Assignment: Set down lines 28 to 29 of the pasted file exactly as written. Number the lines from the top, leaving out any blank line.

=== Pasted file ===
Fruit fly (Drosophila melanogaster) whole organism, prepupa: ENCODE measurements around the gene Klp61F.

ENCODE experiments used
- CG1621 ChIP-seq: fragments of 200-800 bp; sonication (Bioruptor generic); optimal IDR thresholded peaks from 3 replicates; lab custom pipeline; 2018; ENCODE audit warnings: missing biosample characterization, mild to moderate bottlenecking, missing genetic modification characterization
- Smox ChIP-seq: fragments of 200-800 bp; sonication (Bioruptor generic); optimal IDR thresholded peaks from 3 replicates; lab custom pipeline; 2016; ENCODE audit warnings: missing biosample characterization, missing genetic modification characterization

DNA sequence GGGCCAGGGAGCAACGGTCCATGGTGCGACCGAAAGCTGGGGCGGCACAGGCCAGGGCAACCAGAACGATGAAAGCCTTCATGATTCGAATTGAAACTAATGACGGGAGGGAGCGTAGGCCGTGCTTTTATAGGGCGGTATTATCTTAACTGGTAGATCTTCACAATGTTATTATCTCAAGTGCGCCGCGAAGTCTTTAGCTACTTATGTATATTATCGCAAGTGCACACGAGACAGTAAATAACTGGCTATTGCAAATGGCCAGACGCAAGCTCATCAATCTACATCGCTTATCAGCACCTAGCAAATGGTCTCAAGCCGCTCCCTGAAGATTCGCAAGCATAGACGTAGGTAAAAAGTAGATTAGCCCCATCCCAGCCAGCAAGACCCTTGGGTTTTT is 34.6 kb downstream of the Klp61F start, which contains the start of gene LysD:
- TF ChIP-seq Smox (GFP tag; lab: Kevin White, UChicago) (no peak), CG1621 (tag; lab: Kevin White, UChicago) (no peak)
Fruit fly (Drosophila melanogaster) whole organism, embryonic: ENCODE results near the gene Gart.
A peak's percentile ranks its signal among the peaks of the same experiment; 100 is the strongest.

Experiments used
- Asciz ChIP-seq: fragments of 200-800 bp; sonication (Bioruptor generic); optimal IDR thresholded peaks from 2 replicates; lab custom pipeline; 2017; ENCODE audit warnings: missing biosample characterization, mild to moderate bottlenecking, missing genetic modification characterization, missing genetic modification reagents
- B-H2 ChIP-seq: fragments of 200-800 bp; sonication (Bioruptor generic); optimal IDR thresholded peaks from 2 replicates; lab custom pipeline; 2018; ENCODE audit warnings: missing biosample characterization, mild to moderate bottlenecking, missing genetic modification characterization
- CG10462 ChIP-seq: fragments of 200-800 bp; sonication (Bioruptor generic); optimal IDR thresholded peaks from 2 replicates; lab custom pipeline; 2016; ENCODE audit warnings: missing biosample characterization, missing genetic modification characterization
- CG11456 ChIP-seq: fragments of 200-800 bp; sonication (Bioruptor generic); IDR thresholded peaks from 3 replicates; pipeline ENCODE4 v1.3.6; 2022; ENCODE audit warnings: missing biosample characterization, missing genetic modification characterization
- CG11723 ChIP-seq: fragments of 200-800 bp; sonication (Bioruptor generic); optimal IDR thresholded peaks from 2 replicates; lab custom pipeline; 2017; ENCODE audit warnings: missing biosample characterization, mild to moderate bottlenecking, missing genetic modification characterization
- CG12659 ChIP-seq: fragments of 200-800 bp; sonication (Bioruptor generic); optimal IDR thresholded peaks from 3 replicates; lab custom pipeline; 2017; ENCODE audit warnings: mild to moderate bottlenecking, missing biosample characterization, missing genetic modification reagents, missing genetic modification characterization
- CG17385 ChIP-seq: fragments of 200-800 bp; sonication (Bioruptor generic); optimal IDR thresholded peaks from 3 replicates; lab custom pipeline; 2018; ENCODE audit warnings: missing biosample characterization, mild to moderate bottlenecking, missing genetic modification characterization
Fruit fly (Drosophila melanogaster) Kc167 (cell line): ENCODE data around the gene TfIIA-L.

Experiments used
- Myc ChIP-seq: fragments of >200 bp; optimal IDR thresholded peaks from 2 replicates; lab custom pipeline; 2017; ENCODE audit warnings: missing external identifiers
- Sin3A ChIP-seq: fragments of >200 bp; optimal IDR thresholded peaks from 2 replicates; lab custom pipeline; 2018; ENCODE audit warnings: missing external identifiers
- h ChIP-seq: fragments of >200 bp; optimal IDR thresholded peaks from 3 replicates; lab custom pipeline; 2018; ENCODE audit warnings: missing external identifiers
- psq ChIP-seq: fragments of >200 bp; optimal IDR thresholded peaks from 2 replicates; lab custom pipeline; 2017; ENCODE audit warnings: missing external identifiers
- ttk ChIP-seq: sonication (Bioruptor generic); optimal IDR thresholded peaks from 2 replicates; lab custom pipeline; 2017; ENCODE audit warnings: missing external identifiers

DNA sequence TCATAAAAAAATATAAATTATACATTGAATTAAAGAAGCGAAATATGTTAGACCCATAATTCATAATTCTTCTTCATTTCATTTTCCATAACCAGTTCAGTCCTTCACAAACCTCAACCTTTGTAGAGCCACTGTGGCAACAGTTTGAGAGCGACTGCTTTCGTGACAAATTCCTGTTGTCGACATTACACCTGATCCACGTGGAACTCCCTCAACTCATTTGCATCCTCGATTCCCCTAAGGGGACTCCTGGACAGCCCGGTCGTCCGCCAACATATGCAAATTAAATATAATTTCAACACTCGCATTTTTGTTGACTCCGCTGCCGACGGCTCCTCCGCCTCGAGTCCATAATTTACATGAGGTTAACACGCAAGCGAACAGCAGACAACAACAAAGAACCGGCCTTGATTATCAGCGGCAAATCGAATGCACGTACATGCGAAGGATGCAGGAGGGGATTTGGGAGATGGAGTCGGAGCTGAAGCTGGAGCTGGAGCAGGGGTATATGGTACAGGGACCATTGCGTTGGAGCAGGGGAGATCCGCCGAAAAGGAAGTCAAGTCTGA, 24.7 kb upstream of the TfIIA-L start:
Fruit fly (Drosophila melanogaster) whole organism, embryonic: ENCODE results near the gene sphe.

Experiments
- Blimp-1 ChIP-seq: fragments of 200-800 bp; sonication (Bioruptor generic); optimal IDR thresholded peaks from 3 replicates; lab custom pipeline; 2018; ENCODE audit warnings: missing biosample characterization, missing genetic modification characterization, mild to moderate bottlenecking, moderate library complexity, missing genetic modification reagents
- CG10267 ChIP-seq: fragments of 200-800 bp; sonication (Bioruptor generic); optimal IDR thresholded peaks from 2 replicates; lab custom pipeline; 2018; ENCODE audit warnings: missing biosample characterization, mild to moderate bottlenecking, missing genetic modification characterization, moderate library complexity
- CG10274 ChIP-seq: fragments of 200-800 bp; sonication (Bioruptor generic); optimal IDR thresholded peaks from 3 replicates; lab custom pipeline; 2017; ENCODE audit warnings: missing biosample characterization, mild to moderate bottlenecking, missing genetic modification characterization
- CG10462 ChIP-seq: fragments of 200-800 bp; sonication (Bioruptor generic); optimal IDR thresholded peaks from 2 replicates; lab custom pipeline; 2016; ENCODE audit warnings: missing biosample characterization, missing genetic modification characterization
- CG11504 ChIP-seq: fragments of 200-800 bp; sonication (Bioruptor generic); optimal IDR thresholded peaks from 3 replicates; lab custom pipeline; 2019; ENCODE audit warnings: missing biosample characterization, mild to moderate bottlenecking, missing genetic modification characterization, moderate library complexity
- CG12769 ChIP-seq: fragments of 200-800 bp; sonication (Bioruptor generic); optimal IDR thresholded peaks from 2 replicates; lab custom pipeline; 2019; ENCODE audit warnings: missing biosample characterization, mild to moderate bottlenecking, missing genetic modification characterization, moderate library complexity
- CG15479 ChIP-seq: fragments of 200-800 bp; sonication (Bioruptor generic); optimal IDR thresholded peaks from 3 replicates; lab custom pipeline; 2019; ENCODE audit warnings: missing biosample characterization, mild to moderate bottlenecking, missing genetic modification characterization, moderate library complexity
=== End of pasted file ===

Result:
- CG10267 ChIP-seq: fragments of 200-800 bp; sonication (Bioruptor generic); optimal IDR thresholded peaks from 2 replicates; lab custom pipeline; 2018; ENCODE audit warnings: missing biosample characterization, mild to moderate bottlenecking, missing genetic modification characterization, moderate library complexity
- CG10274 ChIP-seq: fragments of 200-800 bp; sonication (Bioruptor generic); optimal IDR thresholded peaks from 3 replicates; lab custom pipeline; 2017; ENCODE audit warnings: missing biosample characterization, mild to moderate bottlenecking, missing genetic modification characterization